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June 18, 2008

I was in a discussion recently about how we often look outside the fire service for examples of leadership. This is not a bad thing by any means. To ignore the outside world would omit the lessons of the majority of the greatest leaders history has produced. Mohandes Ghandi, Henry Ford, Martin Luther King Jr. and Benezir Bhutto were not firefighters, for example. And since I’m in Gravenhurst, Ont., as I write this, I can’t forget Norman Bethune, another accomplished non-firefighter. But the gist of the discussion was that by looking outside, we have had a tendency to neglect our own history. I resolved to make a list of fire service leaders who could serve as examples to be studied and emulated.

June 18, 2008
By Peter Sells

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The first few names came fairly quickly, but I’ll leave it to your imagination to come up with your own top five or 10. After the big names I had a couple of people who I could not name, but whose accomplishments I felt were relevant, like the guy who invented the automatic sprinkler and fought to get it adopted in North America and Europe (Henry Parmelee, by the way). And I remembered that Fire Engineering magazine had reprinted a landmark article on its fiftieth anniversary a few years back. The article was called Little Drops of Water and it revolutionized fire attack as we now know it. I wanted to include that author on my list, but I did not have his name. This is what I found out: Lloyd Layman was the chief of the Parkersburg Fire Department in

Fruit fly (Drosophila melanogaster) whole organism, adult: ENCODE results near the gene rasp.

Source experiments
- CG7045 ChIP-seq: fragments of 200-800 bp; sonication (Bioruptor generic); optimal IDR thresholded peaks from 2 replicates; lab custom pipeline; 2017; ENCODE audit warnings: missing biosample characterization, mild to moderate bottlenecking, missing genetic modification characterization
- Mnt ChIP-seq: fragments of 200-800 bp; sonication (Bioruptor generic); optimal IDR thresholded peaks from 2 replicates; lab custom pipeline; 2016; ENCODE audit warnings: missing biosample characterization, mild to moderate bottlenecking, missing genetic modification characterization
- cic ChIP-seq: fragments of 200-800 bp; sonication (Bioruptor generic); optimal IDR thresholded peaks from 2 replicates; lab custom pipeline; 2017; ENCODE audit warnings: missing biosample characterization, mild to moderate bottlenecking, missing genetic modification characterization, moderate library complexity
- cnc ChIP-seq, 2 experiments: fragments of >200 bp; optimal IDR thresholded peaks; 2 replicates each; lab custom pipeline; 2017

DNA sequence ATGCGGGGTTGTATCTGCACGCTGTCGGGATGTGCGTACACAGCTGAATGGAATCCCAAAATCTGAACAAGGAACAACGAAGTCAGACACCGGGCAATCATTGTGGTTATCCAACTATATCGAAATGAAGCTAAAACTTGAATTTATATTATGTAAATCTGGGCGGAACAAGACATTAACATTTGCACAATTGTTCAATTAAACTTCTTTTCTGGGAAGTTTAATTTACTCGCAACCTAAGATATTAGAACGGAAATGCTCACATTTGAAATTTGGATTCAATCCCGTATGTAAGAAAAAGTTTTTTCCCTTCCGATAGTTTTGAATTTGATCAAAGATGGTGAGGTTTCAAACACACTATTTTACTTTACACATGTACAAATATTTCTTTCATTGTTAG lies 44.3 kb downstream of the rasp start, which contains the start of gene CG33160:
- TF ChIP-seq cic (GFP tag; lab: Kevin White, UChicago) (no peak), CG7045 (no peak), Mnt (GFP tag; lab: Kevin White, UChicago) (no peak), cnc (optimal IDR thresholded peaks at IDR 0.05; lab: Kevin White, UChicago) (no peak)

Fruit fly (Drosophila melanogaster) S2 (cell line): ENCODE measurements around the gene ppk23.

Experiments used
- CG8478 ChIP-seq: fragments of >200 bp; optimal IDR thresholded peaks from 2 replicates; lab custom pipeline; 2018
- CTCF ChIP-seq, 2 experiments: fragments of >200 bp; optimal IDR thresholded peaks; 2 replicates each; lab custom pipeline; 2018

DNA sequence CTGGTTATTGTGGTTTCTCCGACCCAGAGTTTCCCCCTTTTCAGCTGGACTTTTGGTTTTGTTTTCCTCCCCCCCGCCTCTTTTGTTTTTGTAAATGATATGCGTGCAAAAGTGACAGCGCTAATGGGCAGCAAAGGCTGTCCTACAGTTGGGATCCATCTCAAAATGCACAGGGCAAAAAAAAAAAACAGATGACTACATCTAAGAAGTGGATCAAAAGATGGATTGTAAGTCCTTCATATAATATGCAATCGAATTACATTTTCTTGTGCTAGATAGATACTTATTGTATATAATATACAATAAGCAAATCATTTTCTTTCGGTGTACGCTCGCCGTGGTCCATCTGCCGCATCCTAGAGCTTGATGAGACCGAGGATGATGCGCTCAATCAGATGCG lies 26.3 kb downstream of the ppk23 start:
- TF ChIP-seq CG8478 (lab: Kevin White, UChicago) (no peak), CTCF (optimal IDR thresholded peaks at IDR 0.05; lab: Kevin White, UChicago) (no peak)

West Virginia. His book “Fundamentals of Fire Fighting Tactics” was the standard reference when it was published in 1940. During the Second World War, Layman served as commandant of the US Coast Guard Fire Fighting School, where he had the opportunity to engage in much tactical and technical research into the art and science of the extinguishment of fires. After the war, he expanded his book into two complementary volumes, Fire Fighting Tactics and Attacking and Extinguishing Interior Fires. What follows is a partial list of the legacy of those two books:

  • The use of the fog stream for fire attack, to take advantage of the latent heat of evaporation as little drops of water vaporize into steam.
  • The concept of the indirect attack.
  • The basic division of fire fighting tactics into: rescue; exposures; confinement; extinguishment; overhaul; plus vventilation and salvage, which we know and use today by the acronym RECEO VS (or some similar version).
  • The use of static command posts, two-way radios and division of command responsibility at large-scale incidents (32 years before Brunacini’s first text on fire command).
  • Tactical worksheets for organizing thoughts and work on the fire ground.
  • Operational plans for pre-planning of high-risk or high-value properties.

Needless to say, I was quite impressed with Chief Layman’s work.  Especially considering I only knew him as the Little Drops of Water guy.


So, here is the challenge. If you got anything out of this blog entry, if Lloyd Layman’s example impressed you in any way, respond with an example of your own. Who is on your short list of fire service leaders?

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